“They fought back against us and we ended up beating them in five. That’s when I realized we could win it all. We could win against the odds when we weren’t playing well and we can get contributions from areas where we usually didn’t rely on,” Blair said. “We were really well rounded. Our starting lineup was balanced, unlike a lot of other teams, and I knew we could do it. We were relentless. We never gave up on a match.”

Donnelly, 17 also sensed the Skyhawks were something special as they racked up the wins in league play.

“Halfway through the season when we were like 6-0 we realized we were actually one of the best teams in the province and we could win provincials,” said the right-side power.

Bain, 17, credited the team’s cohesiveness and skill level as the deciding factors in the season of excellence.

“We worked really well together. A lot of teams had one or two players that were really good but we were really deep. We also had a lot of talent throughout the roster and that helped us a lot,” said the super-sharp setter.

The Skyhawks also put their last loss behind them before provincials, and it was a toughie. The 25-9, 23-25, 21-25, 25-21, 11-15 result against Jasper Place not only ended an undefeated season in league play but their quest for the first division one/premier championship in team history.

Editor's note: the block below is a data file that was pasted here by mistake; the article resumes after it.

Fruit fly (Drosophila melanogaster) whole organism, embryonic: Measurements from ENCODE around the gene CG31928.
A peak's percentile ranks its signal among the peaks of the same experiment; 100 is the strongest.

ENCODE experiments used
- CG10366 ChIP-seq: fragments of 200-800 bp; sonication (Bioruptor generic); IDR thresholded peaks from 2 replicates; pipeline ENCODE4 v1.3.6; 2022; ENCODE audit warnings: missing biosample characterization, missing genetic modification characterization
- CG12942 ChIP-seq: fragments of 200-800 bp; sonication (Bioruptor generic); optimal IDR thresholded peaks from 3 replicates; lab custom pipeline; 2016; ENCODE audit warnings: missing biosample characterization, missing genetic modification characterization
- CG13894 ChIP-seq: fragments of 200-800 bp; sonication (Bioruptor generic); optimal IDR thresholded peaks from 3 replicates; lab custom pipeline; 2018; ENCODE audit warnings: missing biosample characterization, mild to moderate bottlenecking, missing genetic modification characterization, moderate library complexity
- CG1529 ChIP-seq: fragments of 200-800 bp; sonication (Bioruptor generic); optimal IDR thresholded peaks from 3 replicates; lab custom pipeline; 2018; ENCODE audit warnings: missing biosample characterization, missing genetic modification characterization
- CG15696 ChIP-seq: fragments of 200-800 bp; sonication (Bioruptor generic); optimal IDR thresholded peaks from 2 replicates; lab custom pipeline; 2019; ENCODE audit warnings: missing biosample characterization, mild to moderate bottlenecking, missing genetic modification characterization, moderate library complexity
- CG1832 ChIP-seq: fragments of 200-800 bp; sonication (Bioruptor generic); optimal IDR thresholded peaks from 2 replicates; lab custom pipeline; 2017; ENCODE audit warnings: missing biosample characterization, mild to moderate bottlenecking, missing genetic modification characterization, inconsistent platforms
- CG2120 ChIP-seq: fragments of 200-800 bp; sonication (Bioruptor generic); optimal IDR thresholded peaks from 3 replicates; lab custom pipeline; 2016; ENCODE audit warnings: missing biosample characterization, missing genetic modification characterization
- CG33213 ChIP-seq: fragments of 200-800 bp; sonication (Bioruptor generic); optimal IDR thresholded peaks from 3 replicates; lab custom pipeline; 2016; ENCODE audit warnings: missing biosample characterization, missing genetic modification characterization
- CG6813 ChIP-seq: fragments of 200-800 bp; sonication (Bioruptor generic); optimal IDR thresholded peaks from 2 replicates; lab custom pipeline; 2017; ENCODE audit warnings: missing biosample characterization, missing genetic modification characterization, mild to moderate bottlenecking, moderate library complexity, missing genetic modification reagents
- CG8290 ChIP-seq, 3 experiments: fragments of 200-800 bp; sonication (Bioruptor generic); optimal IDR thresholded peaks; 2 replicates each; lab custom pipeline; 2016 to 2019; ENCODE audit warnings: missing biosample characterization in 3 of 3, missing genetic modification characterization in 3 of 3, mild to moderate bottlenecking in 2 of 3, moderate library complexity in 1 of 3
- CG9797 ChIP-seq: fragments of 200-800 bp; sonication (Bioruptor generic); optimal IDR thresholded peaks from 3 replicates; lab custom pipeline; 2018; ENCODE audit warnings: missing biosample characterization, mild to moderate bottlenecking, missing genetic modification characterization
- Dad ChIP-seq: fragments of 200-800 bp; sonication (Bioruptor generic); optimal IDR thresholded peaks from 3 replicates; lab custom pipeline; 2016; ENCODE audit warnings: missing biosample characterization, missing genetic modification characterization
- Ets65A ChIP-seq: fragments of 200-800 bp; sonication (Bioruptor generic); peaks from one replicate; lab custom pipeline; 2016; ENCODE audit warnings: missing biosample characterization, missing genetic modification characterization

“We took some time off for a few days and let the girls relax and try and get over it. They were really upset. We hadn’t lost and we hadn’t lost to JP for a while either,” Blair said. “After that we spent time trying to rehabbing them to get back to where they were playing again. We focused on the basics. We did a lot of ball control and receiving because those were the things that were going to win provincials for us.”

The Skyhawks also welcomed back Grade 12 middle Alexis Anderson to the starting lineup in Saturday’s playoffs after injuring her left ankle during a play at the net on the second rally in the first set of the final.

“Having Alexis getting injured (in the final) was a really crushing blow,” said Blair, noting that Donnelly hurt her ankle in practice before provincials and her jumping ability was uncertain when the tournament started Thursday.

The Skyhawks lost one set in pool play while beating the Catholic Central Cougars of Lethbridge (South) 25-23, 27-25, St. Paul Saints (North East) 25-20, 25-17, Springbank Phoenix of Calgary (South Central) 25-19, 15-25, 15-7, Peace Wapiti Academy Titans of Grande Prairie (North West wild card) 25-8, 25-23 and the H.J. Cody Lakers of Sylvan Lake (Central wild card) 25-12, 25-11.

The semifinal was another three-set tussle against Springbank. The Skyhawks lost the opener before prevailing 15-12 in the deciding set.